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Common Newborn Birth Injuries Revealed

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Newborn Birth Injuries

Birth injuries occur in approximately 7 out of every 1,000 births, according to various studies. Many birth injuries are temporary and resolve themselves quickly. But some babies born with an injury will have to live with health problems for life. So what are some of the most common injuries tots get at birth?

Broken bones

Around 1 in every 1,000 babies will be born with a broken bone. The most common fractures seen are to the clavicle, humerus, femur, and skull. More than 45% of fractures are to the clavicle. The clavicle usually broken when the baby has difficulty exiting the birth canal. The physician may break the clavicle intentionally to deliver the baby or may accidentally break it while assisting during delivery.

There is a possibility that an injury will also occur to the nerves of the arm, known as the brachial plexus, as they’re located close to the clavicle. This will stop the baby from moving his or her arm for an undetermined length of time. Often, this will resolve itself, but surgery is sometimes needed.

Oxygen starvation

The American College of Obstetricians and Gynecologists states that 4% of babies deprived of oxygen at birth. It has argued for some time whether birth asphyxia causes cerebral palsy or not. However, a 2020 analysis of multiple studies found that cerebral palsy was much more common among babies who experienced birth asphyxia. Often, a physician’s negligence is the cause of oxygen starvation at birth. In cases like these, cerebral palsy lawyers should consulted. These experts will get to the root cause of a baby’s injury and can help get compensation for the affected baby and their family.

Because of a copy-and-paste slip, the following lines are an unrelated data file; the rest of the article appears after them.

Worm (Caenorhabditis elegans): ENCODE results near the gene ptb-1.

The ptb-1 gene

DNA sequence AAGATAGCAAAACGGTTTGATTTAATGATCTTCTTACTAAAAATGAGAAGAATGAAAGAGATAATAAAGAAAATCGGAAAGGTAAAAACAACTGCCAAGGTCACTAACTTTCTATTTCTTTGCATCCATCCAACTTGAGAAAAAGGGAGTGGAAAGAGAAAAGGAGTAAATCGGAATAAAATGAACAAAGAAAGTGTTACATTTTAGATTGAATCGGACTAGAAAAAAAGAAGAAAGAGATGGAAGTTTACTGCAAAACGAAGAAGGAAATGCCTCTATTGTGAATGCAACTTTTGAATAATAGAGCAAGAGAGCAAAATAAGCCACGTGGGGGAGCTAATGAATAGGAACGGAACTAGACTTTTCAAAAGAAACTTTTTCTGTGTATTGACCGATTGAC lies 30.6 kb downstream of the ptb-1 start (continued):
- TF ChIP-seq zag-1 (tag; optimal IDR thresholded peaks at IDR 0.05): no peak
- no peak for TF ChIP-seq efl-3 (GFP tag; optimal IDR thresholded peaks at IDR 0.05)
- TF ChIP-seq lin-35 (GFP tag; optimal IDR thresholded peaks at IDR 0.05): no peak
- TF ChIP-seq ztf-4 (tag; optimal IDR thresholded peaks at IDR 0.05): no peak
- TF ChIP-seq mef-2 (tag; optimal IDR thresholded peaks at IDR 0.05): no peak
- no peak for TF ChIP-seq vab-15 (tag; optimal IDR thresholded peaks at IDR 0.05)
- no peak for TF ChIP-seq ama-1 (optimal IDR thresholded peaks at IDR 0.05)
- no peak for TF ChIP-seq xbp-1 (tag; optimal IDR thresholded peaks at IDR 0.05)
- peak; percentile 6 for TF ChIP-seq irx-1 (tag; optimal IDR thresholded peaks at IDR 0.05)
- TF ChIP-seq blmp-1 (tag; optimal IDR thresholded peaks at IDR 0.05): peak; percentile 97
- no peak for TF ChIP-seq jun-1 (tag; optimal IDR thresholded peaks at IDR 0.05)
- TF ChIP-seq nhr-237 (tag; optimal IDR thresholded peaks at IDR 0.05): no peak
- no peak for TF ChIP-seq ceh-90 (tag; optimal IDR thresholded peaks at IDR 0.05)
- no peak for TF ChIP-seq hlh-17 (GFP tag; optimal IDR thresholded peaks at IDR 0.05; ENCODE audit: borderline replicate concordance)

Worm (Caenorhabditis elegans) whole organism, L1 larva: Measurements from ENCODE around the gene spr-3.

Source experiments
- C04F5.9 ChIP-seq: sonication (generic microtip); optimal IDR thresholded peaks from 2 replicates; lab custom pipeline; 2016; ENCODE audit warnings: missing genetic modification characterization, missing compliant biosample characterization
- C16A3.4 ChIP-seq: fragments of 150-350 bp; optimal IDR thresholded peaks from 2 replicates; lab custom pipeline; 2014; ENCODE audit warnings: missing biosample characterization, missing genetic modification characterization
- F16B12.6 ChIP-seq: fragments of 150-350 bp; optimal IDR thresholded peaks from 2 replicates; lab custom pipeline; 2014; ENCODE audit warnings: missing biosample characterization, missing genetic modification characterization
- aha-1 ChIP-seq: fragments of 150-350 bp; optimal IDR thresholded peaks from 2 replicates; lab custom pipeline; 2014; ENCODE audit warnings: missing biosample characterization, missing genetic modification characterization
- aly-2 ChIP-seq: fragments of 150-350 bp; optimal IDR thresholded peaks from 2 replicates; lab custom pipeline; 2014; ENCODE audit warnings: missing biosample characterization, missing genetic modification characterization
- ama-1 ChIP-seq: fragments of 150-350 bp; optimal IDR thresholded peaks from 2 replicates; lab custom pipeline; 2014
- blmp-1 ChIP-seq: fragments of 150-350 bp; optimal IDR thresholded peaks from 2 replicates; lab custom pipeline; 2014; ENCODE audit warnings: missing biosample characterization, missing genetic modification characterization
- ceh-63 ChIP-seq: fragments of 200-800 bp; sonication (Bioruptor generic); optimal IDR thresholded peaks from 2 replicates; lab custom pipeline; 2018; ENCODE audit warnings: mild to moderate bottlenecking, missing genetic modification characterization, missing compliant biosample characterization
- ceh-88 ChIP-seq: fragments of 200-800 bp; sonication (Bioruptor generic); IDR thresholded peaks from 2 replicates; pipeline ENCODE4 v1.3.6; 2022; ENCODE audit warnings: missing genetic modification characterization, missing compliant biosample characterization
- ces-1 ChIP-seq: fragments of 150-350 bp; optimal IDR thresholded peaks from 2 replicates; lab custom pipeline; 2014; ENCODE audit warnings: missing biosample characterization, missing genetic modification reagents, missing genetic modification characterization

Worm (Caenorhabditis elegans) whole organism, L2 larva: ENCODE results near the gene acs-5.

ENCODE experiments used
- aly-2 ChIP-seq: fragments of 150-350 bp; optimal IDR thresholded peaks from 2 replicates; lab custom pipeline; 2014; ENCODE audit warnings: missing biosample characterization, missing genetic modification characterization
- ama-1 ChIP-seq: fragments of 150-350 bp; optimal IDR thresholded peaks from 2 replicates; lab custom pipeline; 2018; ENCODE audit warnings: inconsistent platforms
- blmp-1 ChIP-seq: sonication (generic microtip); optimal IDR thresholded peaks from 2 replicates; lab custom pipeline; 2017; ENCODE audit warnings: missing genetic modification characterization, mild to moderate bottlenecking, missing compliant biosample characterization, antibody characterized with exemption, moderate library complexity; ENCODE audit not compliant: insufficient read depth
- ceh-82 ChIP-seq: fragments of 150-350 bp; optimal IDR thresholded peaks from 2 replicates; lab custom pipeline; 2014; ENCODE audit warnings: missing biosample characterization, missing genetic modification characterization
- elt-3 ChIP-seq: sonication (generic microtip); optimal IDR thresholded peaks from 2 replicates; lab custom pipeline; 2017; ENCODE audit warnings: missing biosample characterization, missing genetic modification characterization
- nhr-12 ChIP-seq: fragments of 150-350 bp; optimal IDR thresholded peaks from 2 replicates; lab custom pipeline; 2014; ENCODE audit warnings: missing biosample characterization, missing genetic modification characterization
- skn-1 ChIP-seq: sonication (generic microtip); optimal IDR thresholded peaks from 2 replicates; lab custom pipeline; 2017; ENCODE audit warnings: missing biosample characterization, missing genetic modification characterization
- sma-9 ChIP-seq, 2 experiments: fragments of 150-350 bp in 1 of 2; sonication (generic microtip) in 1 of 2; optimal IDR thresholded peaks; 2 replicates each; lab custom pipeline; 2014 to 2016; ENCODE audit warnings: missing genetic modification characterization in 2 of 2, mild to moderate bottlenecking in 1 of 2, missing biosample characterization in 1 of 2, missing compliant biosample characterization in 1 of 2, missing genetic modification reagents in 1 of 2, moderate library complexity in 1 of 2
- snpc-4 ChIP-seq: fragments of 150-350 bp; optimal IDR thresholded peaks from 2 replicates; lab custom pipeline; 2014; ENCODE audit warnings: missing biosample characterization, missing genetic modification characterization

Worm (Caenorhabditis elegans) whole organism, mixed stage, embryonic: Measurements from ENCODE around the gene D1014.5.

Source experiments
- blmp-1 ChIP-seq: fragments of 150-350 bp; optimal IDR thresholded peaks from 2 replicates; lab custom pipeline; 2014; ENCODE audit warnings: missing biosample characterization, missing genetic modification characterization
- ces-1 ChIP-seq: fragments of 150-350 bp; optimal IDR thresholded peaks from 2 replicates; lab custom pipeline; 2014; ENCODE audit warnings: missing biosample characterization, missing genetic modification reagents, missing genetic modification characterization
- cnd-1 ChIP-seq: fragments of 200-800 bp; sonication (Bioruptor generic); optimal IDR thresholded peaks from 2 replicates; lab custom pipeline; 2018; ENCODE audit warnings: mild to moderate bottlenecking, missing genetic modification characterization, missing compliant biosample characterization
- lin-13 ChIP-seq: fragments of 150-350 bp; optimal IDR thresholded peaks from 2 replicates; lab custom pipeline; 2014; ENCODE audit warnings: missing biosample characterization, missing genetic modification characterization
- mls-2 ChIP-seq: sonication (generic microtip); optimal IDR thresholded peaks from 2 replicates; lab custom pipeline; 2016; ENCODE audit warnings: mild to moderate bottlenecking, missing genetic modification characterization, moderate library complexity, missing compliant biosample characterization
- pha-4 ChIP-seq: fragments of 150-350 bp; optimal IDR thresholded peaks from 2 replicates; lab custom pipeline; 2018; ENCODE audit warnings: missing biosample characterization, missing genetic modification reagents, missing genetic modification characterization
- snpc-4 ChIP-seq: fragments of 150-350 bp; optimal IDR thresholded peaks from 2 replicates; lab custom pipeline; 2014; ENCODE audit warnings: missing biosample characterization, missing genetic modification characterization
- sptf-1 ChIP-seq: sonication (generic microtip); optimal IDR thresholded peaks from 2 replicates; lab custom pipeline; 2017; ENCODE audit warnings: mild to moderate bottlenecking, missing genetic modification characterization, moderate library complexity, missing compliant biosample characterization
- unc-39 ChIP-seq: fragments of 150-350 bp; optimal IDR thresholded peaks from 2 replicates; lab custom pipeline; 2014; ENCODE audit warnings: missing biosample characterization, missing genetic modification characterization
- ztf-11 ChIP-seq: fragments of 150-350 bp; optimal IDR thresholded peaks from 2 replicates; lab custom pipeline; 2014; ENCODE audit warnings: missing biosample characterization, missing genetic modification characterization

Facial paralysis

Almost 9% of babies born by forceps delivery will develop facial paralysis. Facial paralysis occurs when too much pressure is put on the baby’s face. The injury means the baby is unable to move one side of their face. It is most notable around the eyes and when the baby cries and the infant may need eye drops. Some cases of facial paralysis get better on their own. When the paralysis is permanent, surgery and therapy may need to make life easier for the baby.

In an ideal world, no baby would injured during the delivery process. Sadly, a small number of infants do get hurt during birth. So prospective parents need to be aware of the signs, symptoms, and long-term implications.